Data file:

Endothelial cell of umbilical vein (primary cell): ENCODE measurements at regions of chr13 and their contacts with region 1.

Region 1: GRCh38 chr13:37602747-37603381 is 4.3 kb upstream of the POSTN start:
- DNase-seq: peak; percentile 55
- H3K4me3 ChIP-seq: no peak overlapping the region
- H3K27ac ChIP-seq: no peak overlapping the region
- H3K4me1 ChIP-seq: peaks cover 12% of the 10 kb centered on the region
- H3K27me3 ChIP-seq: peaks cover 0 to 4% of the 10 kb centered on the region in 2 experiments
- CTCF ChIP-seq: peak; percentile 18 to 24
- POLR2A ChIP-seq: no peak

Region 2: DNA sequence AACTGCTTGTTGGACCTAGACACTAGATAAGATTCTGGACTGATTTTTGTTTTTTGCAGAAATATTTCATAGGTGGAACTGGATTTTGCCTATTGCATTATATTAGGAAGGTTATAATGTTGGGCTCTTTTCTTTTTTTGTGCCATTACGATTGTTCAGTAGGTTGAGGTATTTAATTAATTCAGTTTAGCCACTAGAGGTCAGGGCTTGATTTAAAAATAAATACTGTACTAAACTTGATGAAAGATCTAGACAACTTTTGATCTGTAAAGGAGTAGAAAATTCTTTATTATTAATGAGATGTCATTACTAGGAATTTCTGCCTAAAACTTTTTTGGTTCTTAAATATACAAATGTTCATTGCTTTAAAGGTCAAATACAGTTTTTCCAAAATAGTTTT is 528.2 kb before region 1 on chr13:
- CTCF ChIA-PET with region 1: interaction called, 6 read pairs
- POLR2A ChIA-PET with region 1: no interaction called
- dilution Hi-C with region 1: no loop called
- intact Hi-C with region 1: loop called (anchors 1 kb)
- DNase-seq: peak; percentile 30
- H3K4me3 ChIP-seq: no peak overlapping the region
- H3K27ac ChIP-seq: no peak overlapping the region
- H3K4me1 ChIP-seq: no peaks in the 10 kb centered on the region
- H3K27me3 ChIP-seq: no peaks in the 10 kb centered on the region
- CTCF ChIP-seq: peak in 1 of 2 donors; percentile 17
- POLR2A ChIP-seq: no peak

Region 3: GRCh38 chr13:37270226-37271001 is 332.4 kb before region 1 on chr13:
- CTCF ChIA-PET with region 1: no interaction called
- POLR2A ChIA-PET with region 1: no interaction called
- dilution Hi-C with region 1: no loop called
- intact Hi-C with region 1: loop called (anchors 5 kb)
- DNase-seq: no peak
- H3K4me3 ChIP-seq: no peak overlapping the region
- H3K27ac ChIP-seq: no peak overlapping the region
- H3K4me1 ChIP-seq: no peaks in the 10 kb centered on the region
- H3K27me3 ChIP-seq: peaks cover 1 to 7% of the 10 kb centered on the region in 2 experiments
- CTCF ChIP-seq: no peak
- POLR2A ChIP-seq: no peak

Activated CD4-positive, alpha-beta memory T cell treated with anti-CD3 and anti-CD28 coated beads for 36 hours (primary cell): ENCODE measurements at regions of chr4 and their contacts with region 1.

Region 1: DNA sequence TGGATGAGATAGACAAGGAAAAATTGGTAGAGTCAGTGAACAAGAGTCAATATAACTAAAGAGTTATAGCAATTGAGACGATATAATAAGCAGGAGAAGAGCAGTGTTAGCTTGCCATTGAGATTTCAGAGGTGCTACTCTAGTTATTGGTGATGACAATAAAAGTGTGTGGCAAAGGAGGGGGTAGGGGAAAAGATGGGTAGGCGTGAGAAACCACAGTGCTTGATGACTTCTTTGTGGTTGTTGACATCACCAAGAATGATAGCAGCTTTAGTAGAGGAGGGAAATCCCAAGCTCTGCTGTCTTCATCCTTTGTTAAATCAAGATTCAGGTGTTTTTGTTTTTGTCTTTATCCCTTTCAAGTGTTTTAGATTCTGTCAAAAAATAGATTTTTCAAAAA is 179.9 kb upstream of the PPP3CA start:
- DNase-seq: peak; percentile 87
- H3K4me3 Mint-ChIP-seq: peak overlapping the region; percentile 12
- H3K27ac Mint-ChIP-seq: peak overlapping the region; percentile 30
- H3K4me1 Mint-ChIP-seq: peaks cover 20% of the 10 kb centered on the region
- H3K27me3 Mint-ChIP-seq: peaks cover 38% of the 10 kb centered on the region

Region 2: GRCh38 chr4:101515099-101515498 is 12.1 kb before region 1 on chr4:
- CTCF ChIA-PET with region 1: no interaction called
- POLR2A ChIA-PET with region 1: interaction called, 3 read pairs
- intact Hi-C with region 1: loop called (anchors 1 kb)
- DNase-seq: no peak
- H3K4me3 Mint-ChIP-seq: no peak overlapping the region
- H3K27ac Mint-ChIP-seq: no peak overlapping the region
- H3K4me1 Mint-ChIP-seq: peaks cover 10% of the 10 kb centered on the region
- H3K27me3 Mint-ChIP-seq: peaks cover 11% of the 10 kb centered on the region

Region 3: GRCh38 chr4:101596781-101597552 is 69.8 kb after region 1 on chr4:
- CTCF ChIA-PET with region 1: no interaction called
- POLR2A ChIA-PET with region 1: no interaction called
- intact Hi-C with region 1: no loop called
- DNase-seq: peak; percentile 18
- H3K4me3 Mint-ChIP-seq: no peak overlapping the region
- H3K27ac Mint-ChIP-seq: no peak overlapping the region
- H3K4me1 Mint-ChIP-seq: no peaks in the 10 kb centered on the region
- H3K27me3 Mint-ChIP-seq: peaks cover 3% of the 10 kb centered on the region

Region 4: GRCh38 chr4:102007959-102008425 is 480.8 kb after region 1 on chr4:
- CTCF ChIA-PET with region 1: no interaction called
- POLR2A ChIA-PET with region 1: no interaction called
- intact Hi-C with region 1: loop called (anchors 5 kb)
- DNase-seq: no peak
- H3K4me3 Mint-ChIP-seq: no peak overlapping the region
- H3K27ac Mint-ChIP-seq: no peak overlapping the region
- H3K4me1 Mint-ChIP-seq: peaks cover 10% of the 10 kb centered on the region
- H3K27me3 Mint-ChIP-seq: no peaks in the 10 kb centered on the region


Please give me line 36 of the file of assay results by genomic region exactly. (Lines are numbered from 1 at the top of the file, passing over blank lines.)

- DNase-seq: peak; percentile 87